Black Tie Bouquets

Martha Stewart Weddings, Summer 2003

The fresh, crisp purity of white and the powerful drama of black create a combination that is striking, chic, and timeless.

If opposites really do attract, then the marriage of black and white is a perfect union, as much in a bouquet as in a tuxedo or in the pairing of a little black dress and pearls. Flower arrangements incorporating these classic colors are rare and enchanting alternatives to the familiar pastel and jewel-tone bouquets. For a stylish bride who prizes the unexpected, a "black-tie" bouquet makes an excellent accessory.

The color combination isn't just for formal events. The bouquet can be a fancy cascade or a rustic, romantic nosegay, to be carried at a wedding in a candlelit ballroom or a lush summer garden.

For inspiration, a bride can look to the world of high fashion, where the colors have long captivated couturiers. The 19th-century English master Charles Frederick Worth, who dressed socialites and royals in opulent ball gowns, understood the impact of ivory satin against inky black velvet, just as today's designers appreciate the whimsical appeal of a polka-dot ribbon trimming a black sundress.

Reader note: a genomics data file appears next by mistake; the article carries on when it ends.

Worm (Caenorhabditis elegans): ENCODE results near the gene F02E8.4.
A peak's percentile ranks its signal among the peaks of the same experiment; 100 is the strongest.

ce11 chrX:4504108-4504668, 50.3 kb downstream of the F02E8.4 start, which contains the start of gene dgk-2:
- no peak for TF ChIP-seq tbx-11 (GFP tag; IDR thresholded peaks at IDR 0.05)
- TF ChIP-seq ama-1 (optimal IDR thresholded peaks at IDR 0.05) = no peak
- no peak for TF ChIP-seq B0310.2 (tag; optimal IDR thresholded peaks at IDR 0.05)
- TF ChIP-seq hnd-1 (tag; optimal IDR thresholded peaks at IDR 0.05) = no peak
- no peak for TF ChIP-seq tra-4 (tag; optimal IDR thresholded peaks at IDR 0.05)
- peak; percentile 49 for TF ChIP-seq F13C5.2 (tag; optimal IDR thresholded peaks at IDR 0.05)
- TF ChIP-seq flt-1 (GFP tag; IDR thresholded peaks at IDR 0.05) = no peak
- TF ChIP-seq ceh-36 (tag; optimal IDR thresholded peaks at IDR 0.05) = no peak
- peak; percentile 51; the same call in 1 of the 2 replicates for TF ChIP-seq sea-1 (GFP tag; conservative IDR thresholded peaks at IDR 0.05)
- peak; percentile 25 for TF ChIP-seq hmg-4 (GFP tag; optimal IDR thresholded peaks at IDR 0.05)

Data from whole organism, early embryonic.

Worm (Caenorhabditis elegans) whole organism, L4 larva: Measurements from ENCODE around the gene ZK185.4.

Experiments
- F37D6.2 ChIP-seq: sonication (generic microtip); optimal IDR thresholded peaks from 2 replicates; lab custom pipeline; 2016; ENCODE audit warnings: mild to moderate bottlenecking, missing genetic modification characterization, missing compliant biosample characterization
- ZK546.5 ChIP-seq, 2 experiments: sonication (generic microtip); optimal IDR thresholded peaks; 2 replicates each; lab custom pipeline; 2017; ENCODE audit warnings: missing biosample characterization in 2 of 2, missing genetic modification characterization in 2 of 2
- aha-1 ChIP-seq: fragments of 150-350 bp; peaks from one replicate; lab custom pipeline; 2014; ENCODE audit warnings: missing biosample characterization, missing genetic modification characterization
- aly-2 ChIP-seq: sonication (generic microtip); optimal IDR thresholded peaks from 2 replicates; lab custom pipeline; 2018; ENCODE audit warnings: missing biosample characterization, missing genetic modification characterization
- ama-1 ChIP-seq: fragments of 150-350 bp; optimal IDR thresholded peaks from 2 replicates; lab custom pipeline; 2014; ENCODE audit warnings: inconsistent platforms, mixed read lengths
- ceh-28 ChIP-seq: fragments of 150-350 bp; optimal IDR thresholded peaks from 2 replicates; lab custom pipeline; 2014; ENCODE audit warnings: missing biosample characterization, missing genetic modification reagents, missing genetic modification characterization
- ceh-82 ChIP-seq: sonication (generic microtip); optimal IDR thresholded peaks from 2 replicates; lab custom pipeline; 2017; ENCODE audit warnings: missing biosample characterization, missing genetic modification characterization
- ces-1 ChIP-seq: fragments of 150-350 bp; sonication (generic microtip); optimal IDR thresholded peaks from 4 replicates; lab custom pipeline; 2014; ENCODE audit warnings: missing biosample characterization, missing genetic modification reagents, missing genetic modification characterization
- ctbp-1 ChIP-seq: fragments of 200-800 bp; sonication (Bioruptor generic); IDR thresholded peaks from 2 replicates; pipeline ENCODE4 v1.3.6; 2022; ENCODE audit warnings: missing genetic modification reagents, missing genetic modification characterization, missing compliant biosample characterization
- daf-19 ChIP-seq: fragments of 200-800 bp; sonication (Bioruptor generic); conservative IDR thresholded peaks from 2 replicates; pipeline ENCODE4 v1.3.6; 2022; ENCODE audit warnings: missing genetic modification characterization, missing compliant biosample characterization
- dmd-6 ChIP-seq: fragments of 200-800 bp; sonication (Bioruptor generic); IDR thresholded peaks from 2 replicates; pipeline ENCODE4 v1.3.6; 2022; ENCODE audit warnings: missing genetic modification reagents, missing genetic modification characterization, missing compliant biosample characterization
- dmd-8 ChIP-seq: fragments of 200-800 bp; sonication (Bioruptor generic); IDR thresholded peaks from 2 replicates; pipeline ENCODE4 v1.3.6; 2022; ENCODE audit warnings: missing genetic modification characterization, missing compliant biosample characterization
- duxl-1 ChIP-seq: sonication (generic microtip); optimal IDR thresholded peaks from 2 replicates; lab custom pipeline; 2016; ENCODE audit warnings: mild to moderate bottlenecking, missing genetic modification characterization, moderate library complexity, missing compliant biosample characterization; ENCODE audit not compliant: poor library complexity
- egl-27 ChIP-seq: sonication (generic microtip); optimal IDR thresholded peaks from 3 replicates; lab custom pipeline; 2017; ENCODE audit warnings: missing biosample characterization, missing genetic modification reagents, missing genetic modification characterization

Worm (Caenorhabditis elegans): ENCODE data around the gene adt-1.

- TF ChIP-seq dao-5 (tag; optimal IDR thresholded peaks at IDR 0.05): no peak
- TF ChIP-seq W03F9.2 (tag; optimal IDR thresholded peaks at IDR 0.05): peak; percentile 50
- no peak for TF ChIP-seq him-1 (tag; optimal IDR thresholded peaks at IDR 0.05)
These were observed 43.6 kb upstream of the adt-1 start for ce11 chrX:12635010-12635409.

Since you don't come across pure black flowers in nature, it requires imagination, a flair for design, and a bit of artifice to fashion a black-tie bouquet. Several of the ones here use black or nearly black natural accents. Luxurious ribbons and trimmings can also provide the contrast -- and heighten the couture effect of these brilliant bouquets.

Tuxedo Bouquet
Domed Nosegay Bouquet
Rustic Bouquet
White Carnation Bouquet
Black-Beaded Bouquet
Anemone Bouquet

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